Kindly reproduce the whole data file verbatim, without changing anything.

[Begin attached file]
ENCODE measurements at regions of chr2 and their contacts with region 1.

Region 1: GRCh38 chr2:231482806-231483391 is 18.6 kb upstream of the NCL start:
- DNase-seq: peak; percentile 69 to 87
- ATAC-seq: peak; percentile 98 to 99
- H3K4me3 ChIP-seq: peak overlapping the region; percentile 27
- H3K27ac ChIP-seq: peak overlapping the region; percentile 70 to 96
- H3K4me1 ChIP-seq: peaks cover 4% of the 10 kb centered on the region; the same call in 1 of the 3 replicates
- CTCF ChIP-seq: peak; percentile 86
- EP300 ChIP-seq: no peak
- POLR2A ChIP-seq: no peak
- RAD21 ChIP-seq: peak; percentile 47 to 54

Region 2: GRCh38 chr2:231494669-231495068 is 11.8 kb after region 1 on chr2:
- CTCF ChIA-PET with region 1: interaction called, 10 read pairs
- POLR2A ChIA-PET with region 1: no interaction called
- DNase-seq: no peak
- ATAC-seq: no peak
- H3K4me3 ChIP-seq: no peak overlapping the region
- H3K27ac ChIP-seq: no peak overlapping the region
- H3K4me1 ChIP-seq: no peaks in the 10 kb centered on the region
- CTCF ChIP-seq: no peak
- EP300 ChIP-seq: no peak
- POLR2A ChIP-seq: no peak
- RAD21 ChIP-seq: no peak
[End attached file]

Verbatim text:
ENCODE measurements at regions of chr2 and their contacts with region 1.

Region 1: GRCh38 chr2:231482806-231483391 is 18.6 kb upstream of the NCL start:
- DNase-seq: peak; percentile 69 to 87
- ATAC-seq: peak; percentile 98 to 99
- H3K4me3 ChIP-seq: peak overlapping the region; percentile 27
- H3K27ac ChIP-seq: peak overlapping the region; percentile 70 to 96
- H3K4me1 ChIP-seq: peaks cover 4% of the 10 kb centered on the region; the same call in 1 of the 3 replicates
- CTCF ChIP-seq: peak; percentile 86
- EP300 ChIP-seq: no peak
- POLR2A ChIP-seq: no peak
- RAD21 ChIP-seq: peak; percentile 47 to 54

Region 2: GRCh38 chr2:231494669-231495068 is 11.8 kb after region 1 on chr2:
- CTCF ChIA-PET with region 1: interaction called, 10 read pairs
- POLR2A ChIA-PET with region 1: no interaction called
- DNase-seq: no peak
- ATAC-seq: no peak
- H3K4me3 ChIP-seq: no peak overlapping the region
- H3K27ac ChIP-seq: no peak overlapping the region
- H3K4me1 ChIP-seq: no peaks in the 10 kb centered on the region
- CTCF ChIP-seq: no peak
- EP300 ChIP-seq: no peak
- POLR2A ChIP-seq: no peak
- RAD21 ChIP-seq: no peak